There were Old Testament hopes of a descendant of David sent by God and Jesus was that son of David. But that is not the full picture. There were other pictures of the messiah that were not quite so inspiring, at least from a strength perspective.
In the book of Isaiah, there are some passages that speak of a suffering servant. Isaiah lived in a world just as uncertain as that of the Jews in the time of Jesus. The northern kingdom of Israel had just been conquered and exiles by the Assyrians. The southern kingdom of Judah was in a precarious position, surrounded by enemies. The people of Judah needed hope and encouragement. In response to this, Isaiah prophesied about a suffering servant.
This was no mighty warrior overthrowing his foes. It was exactly what the people of Judah didn’t want. There was nothing about him that was attractive, in fact he was repulsive. He was despised and hated. He was afflicted and punished. Eventually he is killed and tossed in a grave. If we were given the choice of a life from the Bible to experience, none of this would want this one. There is no strength, there is only weakness. You can see why this individual is called the suffering servant.
This is what Jesus was entering Jerusalem to fulfil. He was not coming to overthrow the Romans, he was coming to be executed by them. Jesus would be put on trial and mocked. They would beat him to the point that when it came time to carry his cross, he would be too weak. When Pontius Pilate gave the crowd the opportunity o free him, they would turn their backs on him. Jesus was condemned and crucified on a Roman cross. Where is the hope in all of that?
Going back to Isaiah’s prophecy, it was never just about suffering. It wasn’t as if God appointed someone to suffer and that was it. The prophecy ends on a note of victory. Something will take place after death that will not just benefit the servant but his people as well. There was a victory that was coming that was going to change everything.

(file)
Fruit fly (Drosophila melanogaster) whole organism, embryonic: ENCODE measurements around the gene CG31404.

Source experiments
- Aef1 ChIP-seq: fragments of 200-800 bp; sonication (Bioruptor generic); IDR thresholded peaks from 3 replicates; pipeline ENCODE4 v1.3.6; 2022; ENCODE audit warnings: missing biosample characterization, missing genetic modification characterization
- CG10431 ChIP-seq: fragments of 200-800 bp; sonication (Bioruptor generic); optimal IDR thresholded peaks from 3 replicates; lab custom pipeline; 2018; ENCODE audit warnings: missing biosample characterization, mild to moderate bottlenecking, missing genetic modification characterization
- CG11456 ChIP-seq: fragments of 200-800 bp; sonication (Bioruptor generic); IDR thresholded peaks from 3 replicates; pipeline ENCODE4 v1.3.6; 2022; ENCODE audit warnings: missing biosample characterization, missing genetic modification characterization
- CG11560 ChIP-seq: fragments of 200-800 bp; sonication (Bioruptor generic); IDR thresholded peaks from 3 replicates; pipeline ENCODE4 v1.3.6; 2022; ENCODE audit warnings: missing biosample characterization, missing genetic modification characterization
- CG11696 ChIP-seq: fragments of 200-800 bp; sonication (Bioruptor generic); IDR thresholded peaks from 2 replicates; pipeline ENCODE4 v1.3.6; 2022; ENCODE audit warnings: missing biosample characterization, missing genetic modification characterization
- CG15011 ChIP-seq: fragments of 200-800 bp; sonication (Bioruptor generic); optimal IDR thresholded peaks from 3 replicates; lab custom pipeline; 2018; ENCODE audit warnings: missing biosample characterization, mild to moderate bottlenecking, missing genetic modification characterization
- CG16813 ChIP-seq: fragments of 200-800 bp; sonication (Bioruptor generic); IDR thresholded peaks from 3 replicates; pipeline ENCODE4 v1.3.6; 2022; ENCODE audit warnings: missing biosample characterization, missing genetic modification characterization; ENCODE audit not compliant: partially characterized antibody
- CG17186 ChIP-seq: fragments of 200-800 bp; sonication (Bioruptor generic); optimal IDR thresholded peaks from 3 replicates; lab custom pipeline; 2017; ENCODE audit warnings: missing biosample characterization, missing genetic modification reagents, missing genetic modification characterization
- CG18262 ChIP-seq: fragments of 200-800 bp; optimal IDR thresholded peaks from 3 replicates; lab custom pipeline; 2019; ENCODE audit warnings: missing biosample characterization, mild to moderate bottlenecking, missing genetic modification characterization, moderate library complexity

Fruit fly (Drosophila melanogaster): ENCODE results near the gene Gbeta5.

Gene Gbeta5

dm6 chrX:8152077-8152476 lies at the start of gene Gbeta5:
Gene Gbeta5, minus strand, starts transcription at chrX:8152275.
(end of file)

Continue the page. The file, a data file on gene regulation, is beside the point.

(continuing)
When Jesus entered into Jerusalem, he was not going there just to suffer. He had his eye on the cross but he also was looking beyond the cross. His death was not just a terrible injustice. Something good was going to come from it. The details were not given to Isaiah, but we can look back and see what happened. Jesus would rise from the dead. Not only that, his death and resurrection were victories over sin and death. And Jesus was going to share his victory with his people. By placing our faith in Jesus Christ, we can experience eternal life. This is why the Friday that Jesus dies on is called Good Friday. Through natural eyes it was a horrible death but through the eyes of faith, it is a necessary step toward victory.
There have been times in my life where I wondered where God was. Not to go into details, but there have been circumstances that have been very difficult. I tried to serve God the best I could and not only was I suffering, people who were not even interested in God were living the easy life. What was I doing wrong?
This passage about the suffering servant completely overturns the idea that God’s people can expect a life of ease and comfort and that suffering is a punishment for being unfaithful. The Old Testament spends more time talking about the suffering of the messiah than it does about his victories. God’s way of doing things is not to work through strength but to work through weakness. That was true for Jesus and it is true for you.
Where are you at today? Are there parts of your life that are falling apart? Are you struggling with finances or health or relationships? Have you been overwhelmed with disappointments? I don’t want to minimize your suffering or cover it over with a Christian platitude. But I do want to point to hope. Suffering doesn’t mean that God has abandoned us, it means that he is closer to us than ever. Hope can be defined as assurance that what we are experiencing now is not the final chapter and that there is something better coming. Jesus had his cross but he also had his empty tomb. That victory should give us assurance that we can make it to the other side of what we are going through now.